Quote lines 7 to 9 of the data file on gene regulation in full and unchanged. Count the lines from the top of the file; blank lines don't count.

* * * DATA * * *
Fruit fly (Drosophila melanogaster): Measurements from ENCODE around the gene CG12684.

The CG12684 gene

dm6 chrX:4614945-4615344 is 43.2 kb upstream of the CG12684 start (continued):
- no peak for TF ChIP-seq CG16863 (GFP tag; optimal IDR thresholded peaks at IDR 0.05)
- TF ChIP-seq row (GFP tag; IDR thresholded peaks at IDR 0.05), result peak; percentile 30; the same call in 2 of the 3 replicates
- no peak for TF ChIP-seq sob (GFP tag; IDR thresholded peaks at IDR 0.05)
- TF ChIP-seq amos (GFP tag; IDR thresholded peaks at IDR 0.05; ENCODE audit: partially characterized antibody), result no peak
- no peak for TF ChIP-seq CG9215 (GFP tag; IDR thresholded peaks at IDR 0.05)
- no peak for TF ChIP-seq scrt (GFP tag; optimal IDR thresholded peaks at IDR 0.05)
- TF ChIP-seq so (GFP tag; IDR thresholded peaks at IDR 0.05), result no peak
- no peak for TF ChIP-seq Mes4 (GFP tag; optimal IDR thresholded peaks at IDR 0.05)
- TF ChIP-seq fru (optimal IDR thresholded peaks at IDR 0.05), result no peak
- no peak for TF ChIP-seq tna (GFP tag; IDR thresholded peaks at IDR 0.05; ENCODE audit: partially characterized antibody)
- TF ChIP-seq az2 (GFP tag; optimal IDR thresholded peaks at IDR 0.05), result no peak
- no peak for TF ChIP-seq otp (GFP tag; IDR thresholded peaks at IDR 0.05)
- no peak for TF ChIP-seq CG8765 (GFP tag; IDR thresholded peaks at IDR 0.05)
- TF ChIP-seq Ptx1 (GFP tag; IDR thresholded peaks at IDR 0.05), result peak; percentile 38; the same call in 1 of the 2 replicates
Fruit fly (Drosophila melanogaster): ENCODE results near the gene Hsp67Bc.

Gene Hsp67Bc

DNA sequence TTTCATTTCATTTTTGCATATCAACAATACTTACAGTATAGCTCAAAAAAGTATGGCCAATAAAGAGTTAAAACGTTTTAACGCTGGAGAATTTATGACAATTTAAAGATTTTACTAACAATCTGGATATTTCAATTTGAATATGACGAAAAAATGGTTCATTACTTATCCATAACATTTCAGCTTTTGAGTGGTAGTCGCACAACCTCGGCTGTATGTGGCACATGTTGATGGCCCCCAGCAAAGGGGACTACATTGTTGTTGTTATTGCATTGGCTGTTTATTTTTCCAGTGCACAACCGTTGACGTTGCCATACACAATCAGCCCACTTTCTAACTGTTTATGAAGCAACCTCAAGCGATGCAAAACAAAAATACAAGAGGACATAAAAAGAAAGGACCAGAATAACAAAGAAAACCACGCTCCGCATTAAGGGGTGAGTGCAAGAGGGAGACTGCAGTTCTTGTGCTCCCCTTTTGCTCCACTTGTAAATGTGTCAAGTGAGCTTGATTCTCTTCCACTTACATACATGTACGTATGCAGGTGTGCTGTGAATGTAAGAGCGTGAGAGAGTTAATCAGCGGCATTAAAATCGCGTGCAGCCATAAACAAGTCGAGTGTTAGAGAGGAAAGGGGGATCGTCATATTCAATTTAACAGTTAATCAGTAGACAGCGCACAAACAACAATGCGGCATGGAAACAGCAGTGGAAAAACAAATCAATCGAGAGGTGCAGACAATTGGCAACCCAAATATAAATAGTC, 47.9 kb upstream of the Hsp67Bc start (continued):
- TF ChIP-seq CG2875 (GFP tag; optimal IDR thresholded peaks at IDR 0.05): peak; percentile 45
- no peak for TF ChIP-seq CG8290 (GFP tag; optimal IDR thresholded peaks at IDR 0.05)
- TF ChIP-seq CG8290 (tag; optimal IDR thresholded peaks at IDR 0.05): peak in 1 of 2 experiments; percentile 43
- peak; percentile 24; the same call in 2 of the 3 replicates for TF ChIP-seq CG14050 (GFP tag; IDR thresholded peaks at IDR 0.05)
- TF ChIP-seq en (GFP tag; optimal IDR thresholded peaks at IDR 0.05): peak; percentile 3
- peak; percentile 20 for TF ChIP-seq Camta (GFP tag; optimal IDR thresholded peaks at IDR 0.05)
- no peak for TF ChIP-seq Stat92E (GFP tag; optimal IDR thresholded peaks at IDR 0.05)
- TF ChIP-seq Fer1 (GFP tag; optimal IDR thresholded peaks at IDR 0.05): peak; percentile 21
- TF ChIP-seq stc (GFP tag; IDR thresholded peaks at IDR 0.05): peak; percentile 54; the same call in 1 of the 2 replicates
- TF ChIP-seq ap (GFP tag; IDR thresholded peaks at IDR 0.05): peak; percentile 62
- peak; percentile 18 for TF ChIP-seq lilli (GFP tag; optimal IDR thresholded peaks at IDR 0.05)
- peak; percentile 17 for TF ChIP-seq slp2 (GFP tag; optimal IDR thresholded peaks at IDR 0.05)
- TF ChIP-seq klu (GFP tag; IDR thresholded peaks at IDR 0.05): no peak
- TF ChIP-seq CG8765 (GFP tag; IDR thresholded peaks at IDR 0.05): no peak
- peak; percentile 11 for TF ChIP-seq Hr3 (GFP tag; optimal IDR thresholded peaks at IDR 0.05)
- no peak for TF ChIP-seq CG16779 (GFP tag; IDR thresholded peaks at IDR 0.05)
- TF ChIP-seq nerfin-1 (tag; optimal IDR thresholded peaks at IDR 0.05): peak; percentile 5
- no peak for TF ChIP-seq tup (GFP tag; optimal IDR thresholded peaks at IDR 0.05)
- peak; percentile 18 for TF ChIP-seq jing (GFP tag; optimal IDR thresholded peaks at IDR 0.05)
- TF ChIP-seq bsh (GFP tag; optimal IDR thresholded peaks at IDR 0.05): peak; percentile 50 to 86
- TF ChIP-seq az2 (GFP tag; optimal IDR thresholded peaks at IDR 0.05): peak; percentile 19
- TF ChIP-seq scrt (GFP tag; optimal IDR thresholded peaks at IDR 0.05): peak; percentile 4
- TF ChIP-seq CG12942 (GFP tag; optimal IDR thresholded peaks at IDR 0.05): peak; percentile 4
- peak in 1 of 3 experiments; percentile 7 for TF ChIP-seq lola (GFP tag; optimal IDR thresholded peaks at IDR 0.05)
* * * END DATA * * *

- TF ChIP-seq amos (GFP tag; IDR thresholded peaks at IDR 0.05; ENCODE audit: partially characterized antibody), result no peak
- no peak for TF ChIP-seq CG9215 (GFP tag; IDR thresholded peaks at IDR 0.05)
- no peak for TF ChIP-seq scrt (GFP tag; optimal IDR thresholded peaks at IDR 0.05)